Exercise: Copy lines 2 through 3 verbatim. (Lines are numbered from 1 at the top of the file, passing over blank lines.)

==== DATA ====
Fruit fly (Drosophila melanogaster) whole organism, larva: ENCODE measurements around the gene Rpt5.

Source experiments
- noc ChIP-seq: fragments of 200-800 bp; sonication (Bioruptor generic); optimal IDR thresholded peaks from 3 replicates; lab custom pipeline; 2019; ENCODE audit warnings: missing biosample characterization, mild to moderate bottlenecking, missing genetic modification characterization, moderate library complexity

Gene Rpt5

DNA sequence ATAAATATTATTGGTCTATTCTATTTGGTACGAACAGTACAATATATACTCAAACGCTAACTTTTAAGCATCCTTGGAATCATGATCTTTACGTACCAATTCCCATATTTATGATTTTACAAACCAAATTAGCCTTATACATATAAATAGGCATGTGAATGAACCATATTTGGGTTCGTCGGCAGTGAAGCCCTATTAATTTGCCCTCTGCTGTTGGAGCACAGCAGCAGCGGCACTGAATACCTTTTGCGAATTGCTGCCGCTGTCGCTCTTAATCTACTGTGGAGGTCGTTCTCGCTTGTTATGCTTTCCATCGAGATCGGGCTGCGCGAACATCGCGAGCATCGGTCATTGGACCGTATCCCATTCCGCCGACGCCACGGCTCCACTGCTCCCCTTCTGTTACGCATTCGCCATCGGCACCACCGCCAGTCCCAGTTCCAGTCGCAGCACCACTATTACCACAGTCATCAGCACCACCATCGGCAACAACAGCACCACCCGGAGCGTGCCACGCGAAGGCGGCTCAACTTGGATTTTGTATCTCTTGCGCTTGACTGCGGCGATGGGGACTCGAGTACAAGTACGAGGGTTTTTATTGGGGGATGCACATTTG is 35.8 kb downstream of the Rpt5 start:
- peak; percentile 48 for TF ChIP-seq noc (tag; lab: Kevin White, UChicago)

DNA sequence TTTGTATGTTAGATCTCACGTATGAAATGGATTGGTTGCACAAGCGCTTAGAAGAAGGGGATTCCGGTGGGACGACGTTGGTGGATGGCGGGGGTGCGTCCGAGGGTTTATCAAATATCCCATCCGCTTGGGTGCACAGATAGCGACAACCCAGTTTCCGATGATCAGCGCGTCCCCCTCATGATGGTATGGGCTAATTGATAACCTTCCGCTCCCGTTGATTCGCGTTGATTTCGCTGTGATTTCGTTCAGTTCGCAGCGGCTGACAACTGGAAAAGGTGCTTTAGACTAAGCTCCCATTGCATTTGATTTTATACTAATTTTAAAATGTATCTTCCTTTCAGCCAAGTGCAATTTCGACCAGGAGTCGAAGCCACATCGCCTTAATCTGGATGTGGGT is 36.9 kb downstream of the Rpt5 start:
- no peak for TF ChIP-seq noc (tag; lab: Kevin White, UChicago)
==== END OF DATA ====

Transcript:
Source experiments
- noc ChIP-seq: fragments of 200-800 bp; sonication (Bioruptor generic); optimal IDR thresholded peaks from 3 replicates; lab custom pipeline; 2019; ENCODE audit warnings: missing biosample characterization, mild to moderate bottlenecking, missing genetic modification characterization, moderate library complexity